This week alone, Derek and I walked to every inch of  the camp. We handed out tickets to every individual in a tent for extra blankets on behalf of the Hellenic red cross.We, HRC and Friendly Humans group ( Samos) handed out 1300 blankets that afternoon. This did not cover those in the ISO box metal containers. So, 1300 people are in tents! This week also, we provided every family in the camp who have children aged 6 months to 2 years with tins of baby formula. Milk for the children is rationed and many mama’s are unable to continue breastfeeding as they are very stressed, some are too ill and weak and most do not have enough nutrition in their own bodies to continue providing enough of their own milk. On Sunday,  Derek and I  handed out baby sleeping suits and small sleeping bags to every child in the camp. Sadly, by the time Mondays forecasted storm came, many of these items were drenched and useless…And the same is forecast for tonight again. As I type heavy rains and strong winds are bashing Samos . Most of today was spent trying to help dry out tents, clothes, blankets and children. Men were scrambling for rocks to tie down tents and paletts to help raise the tents off puddles of water.



Each week at our regular cafe nights ( Sunday, Wednesday and Friday) we ,with the Friendly Humans group, distribute kettles, cookers, strollers along with the usual tea, coffee and juice. All needed but they are just band aids for the bigger problems, the problems not being dealt with.And this comes back to bureocracy, authority, EU , money, personnel and in fighting. It comes back to war, conflict, land grabs, occupation and greed. It comes back to the complicity of silence among nations not ( yet) affected.

Samos camp itself is a health hazard. It smells, badly. The lack of running water means toilets overflow, drains clog and stagnant water sits on the ground. Rubbish collects in piles. Camps are pitched squeezed between containers and concrete walls for shelter. To access these tents means a single person must shuffle sideways between them. Ropes are strung up for laundry, campfires are lit in precarious sites, shoes are left outside, makeshift chairs or tables are in the way. This is all because of over crowding, too slow processing of paperwork, much too slow movement of people and authorities and large organisations still pretending to know what they are doing. In the event of a fire, there is no escape for large sections of this camp. It is a disaster waiting to happen, not if but when.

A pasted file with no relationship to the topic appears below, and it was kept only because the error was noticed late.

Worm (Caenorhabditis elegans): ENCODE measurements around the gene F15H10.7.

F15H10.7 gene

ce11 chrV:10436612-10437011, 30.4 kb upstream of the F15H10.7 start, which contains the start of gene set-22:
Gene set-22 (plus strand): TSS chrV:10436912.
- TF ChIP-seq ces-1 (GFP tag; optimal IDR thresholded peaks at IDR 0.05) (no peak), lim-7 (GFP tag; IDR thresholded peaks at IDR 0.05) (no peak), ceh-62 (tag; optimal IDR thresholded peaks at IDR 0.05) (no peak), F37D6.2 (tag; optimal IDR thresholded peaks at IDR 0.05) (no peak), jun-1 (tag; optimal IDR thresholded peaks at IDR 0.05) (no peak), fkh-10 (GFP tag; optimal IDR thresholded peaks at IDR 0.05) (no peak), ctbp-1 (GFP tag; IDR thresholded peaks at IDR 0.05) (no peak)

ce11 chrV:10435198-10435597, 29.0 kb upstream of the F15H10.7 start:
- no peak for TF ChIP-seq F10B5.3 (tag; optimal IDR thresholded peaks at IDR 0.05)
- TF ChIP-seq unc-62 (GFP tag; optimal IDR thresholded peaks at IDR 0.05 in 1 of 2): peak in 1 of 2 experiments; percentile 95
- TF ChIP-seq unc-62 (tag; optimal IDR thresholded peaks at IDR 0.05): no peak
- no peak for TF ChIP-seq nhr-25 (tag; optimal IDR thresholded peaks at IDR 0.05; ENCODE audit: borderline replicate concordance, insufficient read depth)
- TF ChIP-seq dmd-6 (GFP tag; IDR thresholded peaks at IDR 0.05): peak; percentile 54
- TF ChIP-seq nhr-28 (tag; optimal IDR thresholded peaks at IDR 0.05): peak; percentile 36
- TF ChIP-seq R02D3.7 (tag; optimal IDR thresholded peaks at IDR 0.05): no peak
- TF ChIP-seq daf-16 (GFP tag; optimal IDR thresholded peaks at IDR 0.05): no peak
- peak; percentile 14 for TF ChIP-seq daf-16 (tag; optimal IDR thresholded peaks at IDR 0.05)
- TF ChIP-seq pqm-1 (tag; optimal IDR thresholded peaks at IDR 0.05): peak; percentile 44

There are options, many have been muted several times but none are taken up. We have been to other camps, ( not hotspots) which although still fighting slow processing and red tape are at least maintained and managed with a degree of hygiene, efficiency and solidarity. Here in Samos the volunteers and some of the smaller NGO’s do their best but lately even we are fighting for the right to stay, help and observe… Personally, I think the observation is causing the most distress to those in Authority!

So, we continue with asking for help with the band aids, we continue to do what we can and we will continue to fight for the rights and justices of all to be given refuge with as much compassion, decency and dignity as they so deserve. No part of what we do can continue with out your support.

To offer assistance , Please donate via paypal @


Or via Go fund me


For Bank details Please email us. To offer suggestions for help or to just contact us , please also email at


We can be found on Facebook @ No more borders No more tears

Twitter #nomoreborders1

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Many months ago We wrote:

“History will write of a time, our time, when shamefully those seeking refuge from a world at war, were dealt with behind barbed wire and steel gates. Families fleeing torture, persecution and violence dealt with through a dehumanizing bureaucracy of losing their names to be given a number, losing their identity to be given an A4 sheet of paper and losing their freedom because a “deal” was struck that forgot that as we speak of “refugees ” or “migrants” we are speaking of men, women and children and what they are fleeing ( and why)”

And now, November 2016, and This is Samos camp , one of the European Union’s so called “hotspots”. This is what we are supposed to consider the “Best we can do” for fellow human beings. This is a disgrace and a shame on all of us who allow it to continue!
If our bombs don’t kill you , our lack of humanity just might!